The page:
8 Key lessons from SaaS users

If you were unable to attend the IDC SaaS Summit in New York on March 26, you missed some outstanding information and advice. The Summit was aimed at executives interested in learning more about the value proposition of SaaS. IDC intentionally capped the number of participants so they could have time to ask their burning questions and get focused attention. Good strategy, as hall buzz indicated participants were highly satisfied with the topic sessions, Q&As, and skill sets of presenters.

The summit kicked off with some IDC research regarding SaaS.  Specifically, SaaS is maturing and has moved beyond CRM applications. Robert Mahowald, director, On-demand and SaaS Research at IDC discussed several new opportunities for vendors in this market. Mahowald posited that lines are blurring between SaaS, Platform-as-a-Service, security and storage in the virtual environment.

My personal opinion is that all of the services required to run a business effectively in the cloud absolutely must come together. We should have learned our lessons over the past several decades regarding buying-in to proprietary solutions, lack of interoperability, missing or weak standards, inability to meet regulatory compliance, unruly software management, storage and storage management, and internal and external security issues. If not, the next round of lessons will be so incredibly painful your firm may not make it through the process.

IT can no longer be a cost center with its own set of priorities and technologies with which to experiment.  If it isn't supporting the business' goals and objectives, then what good is it providing the company?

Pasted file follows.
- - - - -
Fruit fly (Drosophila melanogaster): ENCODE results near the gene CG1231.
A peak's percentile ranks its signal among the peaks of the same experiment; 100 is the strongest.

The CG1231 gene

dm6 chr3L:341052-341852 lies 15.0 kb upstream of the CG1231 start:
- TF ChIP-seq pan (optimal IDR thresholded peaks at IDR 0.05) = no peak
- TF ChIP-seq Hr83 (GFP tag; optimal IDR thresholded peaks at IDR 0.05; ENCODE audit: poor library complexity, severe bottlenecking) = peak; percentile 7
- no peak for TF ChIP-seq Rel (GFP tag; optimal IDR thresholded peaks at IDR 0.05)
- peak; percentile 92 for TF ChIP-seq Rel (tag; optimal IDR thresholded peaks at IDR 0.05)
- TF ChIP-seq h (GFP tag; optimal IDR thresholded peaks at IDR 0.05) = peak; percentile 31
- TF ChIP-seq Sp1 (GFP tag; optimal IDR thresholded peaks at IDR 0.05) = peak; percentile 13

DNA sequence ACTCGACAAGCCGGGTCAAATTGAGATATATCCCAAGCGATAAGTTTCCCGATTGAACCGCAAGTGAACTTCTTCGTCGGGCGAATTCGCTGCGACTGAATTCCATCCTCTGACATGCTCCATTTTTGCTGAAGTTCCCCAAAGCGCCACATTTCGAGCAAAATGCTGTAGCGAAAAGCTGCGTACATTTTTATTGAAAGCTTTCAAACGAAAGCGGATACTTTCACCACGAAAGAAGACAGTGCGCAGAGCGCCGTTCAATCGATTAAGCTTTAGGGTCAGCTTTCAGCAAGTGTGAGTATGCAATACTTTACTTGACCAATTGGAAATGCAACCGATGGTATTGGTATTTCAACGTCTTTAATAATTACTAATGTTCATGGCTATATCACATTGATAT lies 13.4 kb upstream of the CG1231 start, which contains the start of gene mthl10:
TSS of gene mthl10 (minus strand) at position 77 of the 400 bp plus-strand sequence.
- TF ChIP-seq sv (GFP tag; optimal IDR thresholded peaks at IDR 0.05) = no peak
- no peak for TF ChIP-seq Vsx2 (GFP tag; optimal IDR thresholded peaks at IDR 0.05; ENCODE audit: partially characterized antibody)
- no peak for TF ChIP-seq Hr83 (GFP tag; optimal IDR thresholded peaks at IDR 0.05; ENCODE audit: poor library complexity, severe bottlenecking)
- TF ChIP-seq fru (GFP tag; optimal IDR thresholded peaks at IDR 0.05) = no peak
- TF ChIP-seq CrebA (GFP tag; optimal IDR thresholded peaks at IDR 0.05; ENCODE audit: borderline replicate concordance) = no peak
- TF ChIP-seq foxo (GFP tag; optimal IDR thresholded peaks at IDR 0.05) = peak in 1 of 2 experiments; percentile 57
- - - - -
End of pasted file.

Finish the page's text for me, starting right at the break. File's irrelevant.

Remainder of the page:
After the opening, the Summit moved into several robust presentations from SaaS users. The compelling messages around the sessions included:

- Wide vertical market penetration. There were speakers from several different vertical markets including the highly risk-adverse financial sector and price-sensitive non-profit sector.

-< SaaS is not a single application or business function solution. Each of the presenters discussed the numerous applications being used in the cloud and the ease of single sign-on to all of the applications.

- SaaS is not a single vendor solution. The emphasis was on using best-of-breed providers, and the ability to operate across multiple clouds as well as between the cloud and in-house applications.

- Security is readily available and leverages the use of existing technology investments in user identity databases.

- User identity and federated identity are core components of being able to operate across multiple clouds, and between the clouds and in-house applications.

- Incrementalization is one key to SaaS success. Every one of the users discussed their process flow for executing on their SaaS strategy. Each of them started with one or two applications, and built the strategy on two or three core platforms that provided hooks into their critical applications.

- All of the existing SaaS users had a roadmap slide showing the next several applications they were planning on adding to their portfolio of in-the-cloud application services. These folks have big plans.

- My favorite point: the users were able to talk to both the TCO and competitive advantage SaaS has afforded their firms. These points were outstanding!

Peppered throughout the day were ample breaks to visit the show floor, network with peers, and talk to service providers. Some of the floor vendors had cool SWAG, and all of them had interesting messages to deliver.

IDC is planning a Fall run of this Summit. It is scheduled for September 24 in San Francisco. I strongly recommend you attend. It will be a valuable one day learning experience. Go to www.idc.com/saaswest09 for more information.

You can reach me at:

http://www.linkedin.com/in/marthalyoung or http://twitter.com/myoung_vbiz

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